London 2012

GB triathlon girls target gold

If I get it right I can win says Jenkins

Last Updated: 02/08/12 5:50pm

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Great Britain's women's triathlon team have promised to "go hard" as they bid for first Olympic medal in the sport on Saturday morning.

Most of the attention in the build-up to the Games has focused on the all-conquering Brownlee brothers, who go into Tuesday's men's race as favourites for gold and silver.

But, with reigning world champion Helen Jenkins spearheading Britain's highly-rated women, it could well become a golden double for the host nation.

The 27-year-old from Wales, who won her last World Triathlon Series race in style in San Diego in May, has been among the most consistent of the top women over the past few seasons, with numerous podium finishes.

And she established herself as arguably the favourite for gold when she dominated the test event over the Olympic course in Hyde Park last year.


"It gives me great confidence to know I've won on this course," she said. "And obviously winning earlier this year in San Diego as well.

"Over the past few years I've had a lot of seconds and thirds but to step on top of the podium has really given me the confidence to know that if I get it right on the day then I can win.

"I've got so much support, it's really carried me forward over these past few weeks, and I just want to go out there and do my best and hope that's enough for a medal, just to thank all the people who've supported me along the way."

Jenkins will be joined on the pontoon by Vicky Holland from Gloucester and Leicestershire's Lucy Hall, following the latter's controversial selection.

Hall, 20, is a relative novice at elite senior level but British Triathlon opted to go down the route of selecting a team to help Jenkins go for gold.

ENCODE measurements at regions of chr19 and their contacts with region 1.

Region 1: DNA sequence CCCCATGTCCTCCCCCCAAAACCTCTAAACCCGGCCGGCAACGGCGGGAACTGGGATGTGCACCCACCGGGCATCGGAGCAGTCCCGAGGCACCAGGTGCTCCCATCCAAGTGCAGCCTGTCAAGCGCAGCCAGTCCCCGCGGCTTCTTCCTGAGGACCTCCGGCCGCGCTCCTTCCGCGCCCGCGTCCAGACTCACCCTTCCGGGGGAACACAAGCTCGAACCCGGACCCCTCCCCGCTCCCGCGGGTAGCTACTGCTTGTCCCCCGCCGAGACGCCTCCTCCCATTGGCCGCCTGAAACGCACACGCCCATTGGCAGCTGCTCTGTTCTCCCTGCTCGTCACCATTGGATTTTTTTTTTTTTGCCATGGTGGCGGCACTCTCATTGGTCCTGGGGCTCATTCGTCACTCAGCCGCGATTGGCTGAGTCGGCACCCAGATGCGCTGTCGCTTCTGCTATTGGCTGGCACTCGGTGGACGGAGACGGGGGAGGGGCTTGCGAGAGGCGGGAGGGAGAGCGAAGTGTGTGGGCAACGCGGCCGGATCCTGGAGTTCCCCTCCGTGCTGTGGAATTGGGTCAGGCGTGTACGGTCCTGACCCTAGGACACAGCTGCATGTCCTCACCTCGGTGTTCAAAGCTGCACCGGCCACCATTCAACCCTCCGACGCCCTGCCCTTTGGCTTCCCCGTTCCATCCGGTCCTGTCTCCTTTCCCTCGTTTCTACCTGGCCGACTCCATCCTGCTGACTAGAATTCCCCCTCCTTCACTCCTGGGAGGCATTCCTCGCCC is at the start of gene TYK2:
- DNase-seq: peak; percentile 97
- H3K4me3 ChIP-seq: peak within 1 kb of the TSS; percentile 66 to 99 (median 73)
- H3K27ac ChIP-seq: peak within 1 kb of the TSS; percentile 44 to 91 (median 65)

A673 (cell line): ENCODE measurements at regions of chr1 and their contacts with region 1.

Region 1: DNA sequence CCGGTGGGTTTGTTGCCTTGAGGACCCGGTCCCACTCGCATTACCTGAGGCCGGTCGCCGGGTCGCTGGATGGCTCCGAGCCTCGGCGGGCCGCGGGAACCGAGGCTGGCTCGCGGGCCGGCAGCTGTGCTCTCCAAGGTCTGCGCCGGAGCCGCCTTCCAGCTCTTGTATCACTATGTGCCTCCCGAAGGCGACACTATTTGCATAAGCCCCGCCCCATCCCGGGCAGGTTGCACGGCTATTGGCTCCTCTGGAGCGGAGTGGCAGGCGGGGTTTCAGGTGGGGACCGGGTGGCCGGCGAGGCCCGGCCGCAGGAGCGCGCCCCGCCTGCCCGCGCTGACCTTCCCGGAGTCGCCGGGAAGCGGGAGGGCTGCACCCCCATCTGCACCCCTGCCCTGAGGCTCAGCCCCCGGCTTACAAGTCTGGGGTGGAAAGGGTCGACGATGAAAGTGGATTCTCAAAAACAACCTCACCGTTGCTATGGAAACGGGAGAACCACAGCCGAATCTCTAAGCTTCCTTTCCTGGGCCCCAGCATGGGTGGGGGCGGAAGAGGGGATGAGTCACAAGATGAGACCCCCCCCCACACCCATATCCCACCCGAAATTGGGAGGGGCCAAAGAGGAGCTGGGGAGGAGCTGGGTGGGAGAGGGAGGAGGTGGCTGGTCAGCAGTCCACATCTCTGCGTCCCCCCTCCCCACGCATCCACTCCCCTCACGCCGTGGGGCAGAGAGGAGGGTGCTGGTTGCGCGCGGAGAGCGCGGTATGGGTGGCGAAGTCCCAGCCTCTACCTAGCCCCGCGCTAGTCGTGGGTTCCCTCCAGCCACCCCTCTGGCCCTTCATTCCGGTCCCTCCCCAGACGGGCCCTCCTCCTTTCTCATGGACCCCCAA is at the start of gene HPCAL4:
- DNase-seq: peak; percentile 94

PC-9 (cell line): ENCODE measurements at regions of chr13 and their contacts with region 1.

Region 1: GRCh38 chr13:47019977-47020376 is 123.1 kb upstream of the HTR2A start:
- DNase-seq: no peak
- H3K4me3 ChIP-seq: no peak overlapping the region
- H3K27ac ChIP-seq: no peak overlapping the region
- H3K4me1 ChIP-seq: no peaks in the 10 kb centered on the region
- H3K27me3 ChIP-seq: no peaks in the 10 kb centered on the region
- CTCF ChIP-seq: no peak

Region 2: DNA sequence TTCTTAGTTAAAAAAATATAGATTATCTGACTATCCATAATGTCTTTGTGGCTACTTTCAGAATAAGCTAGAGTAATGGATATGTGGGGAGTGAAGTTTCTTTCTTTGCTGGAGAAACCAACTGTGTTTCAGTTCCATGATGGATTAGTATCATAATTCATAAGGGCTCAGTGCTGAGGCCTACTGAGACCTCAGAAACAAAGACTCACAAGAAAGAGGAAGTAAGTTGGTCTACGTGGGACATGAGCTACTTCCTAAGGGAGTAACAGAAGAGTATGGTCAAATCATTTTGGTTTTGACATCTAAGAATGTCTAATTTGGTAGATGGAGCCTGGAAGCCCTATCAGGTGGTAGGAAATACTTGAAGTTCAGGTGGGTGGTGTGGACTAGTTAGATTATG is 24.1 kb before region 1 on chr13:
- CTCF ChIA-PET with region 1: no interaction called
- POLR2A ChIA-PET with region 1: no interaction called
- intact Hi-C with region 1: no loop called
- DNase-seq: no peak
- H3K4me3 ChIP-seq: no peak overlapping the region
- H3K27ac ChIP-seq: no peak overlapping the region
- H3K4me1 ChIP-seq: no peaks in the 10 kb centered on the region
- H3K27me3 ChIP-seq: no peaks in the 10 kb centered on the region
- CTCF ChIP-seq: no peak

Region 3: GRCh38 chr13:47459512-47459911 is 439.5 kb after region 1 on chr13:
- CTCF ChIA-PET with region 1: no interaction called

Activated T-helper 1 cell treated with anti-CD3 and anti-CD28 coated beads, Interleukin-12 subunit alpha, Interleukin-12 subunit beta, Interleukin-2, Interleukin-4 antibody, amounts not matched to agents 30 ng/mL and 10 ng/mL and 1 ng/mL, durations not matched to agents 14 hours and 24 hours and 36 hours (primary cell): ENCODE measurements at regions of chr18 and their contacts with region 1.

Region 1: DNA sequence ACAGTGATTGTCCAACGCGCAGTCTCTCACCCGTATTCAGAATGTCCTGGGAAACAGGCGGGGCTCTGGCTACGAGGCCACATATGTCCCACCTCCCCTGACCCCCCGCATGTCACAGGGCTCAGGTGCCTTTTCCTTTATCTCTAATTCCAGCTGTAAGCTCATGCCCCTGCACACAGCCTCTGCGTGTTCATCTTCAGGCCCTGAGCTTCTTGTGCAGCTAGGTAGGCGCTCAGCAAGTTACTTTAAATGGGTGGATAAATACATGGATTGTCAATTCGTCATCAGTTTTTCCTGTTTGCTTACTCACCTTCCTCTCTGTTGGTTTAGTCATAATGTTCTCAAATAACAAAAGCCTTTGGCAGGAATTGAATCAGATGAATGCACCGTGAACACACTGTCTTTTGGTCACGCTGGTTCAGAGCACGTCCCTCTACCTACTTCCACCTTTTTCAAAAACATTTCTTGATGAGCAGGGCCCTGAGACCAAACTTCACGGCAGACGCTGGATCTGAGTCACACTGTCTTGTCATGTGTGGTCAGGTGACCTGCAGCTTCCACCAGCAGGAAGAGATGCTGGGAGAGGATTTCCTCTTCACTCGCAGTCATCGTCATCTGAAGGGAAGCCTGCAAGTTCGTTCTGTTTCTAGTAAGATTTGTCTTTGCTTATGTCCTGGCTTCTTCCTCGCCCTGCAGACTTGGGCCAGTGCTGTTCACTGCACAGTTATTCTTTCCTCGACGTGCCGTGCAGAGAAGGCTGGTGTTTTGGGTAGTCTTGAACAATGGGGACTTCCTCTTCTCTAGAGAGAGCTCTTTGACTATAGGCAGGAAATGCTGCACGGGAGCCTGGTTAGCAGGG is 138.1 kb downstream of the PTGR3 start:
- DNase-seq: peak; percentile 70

Hall's status as one of the fastest swimmers in the sport earned her a place in the team, and it is no secret that Britain will try to split the pack and drop some of Jenkins' big rivals going into the bike leg.

Holland said: "One of the beautiful things about triathlon is you can never be sure who's going to do what on any given day.

"You have to be prepared for anybody and everybody to come out of the woodwork and have a really impressive performance.

"It's always been said that the winners in the triathlon at the Olympics have never been the favourites. Many of the girls are looking in great shape, as you would expect, this is the pinnacle of the sport.

"We've got our own plan of what we want to do. It would be remiss to go into that in too much detail but let's just say we want to go hard."

Jenkins believes the team approach, which Canada used successfully in Beijing to win Simon Whitfield a medal in the men's race, gives Britain the best chance of breaking their Olympic duck.


"The aim for British Triathlon is to win a medal," she said. "And I think the three of us working together are more likely to do that. We've got three of us committed to that."

The hype around triathlon and its status as one of the few free events means there is guaranteed to be a huge crowd roaring Jenkins and her team-mates on.

The world champion knows the country is expecting her to deliver, and she cannot wait to show what she can do.

Jenkins added: "There is probably a bit more pressure because it's a home Olympics and we're a very strong team, but we're professional athletes and we have to learn to deal with that pressure.

"I also enjoy it, it means there's potential for us getting medals. I'm just trying to enjoy the whole experience and really look forward to racing."

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